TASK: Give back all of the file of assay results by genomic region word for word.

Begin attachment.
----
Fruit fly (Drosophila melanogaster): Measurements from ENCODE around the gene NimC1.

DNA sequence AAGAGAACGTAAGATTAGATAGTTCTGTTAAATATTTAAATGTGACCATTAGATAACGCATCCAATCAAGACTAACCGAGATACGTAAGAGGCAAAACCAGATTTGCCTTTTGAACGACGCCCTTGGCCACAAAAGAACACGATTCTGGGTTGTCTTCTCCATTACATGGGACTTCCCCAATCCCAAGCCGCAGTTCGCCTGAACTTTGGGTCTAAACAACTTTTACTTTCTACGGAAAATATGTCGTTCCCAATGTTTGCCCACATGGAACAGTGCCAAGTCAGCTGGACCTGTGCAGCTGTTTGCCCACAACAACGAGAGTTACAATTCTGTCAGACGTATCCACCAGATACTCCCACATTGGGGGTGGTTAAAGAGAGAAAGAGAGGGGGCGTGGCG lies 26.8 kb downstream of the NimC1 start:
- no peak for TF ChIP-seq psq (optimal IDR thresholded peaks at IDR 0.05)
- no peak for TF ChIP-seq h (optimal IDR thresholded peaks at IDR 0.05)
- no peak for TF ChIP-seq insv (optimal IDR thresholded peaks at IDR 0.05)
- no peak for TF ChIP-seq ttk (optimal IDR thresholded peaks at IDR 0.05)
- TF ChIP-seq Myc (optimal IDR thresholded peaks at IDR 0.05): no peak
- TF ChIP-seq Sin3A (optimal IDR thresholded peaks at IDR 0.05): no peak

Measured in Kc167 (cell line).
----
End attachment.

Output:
Fruit fly (Drosophila melanogaster): Measurements from ENCODE around the gene NimC1.

DNA sequence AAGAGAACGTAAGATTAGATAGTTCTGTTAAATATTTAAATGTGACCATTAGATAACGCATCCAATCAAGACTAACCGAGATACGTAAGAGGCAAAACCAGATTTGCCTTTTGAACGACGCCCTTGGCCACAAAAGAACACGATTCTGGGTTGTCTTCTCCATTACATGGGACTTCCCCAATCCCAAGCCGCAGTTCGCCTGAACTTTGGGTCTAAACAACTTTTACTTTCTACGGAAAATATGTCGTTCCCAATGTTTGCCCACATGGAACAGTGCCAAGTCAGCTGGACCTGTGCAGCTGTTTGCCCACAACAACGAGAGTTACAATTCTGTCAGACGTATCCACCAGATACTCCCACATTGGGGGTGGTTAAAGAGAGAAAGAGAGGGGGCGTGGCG lies 26.8 kb downstream of the NimC1 start:
- no peak for TF ChIP-seq psq (optimal IDR thresholded peaks at IDR 0.05)
- no peak for TF ChIP-seq h (optimal IDR thresholded peaks at IDR 0.05)
- no peak for TF ChIP-seq insv (optimal IDR thresholded peaks at IDR 0.05)
- no peak for TF ChIP-seq ttk (optimal IDR thresholded peaks at IDR 0.05)
- TF ChIP-seq Myc (optimal IDR thresholded peaks at IDR 0.05): no peak
- TF ChIP-seq Sin3A (optimal IDR thresholded peaks at IDR 0.05): no peak

Measured in Kc167 (cell line).